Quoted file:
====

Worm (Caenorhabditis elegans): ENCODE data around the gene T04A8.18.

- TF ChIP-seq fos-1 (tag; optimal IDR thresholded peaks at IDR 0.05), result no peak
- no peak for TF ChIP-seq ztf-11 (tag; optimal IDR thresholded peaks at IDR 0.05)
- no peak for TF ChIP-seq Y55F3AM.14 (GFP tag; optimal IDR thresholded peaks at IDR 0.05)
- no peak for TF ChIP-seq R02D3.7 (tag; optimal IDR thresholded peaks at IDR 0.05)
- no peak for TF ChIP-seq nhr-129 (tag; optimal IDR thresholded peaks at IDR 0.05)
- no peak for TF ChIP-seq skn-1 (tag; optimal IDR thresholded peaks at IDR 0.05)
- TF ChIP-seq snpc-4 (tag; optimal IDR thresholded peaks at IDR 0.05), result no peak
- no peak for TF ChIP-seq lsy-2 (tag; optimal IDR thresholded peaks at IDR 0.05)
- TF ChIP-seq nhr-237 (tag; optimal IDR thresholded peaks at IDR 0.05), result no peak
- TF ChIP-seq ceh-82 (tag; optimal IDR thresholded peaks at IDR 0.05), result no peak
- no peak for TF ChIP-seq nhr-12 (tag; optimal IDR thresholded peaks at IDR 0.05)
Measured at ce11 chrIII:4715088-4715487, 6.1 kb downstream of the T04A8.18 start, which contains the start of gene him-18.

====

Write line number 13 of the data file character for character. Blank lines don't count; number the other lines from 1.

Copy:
Measured at ce11 chrIII:4715088-4715487, 6.1 kb downstream of the T04A8.18 start, which contains the start of gene him-18.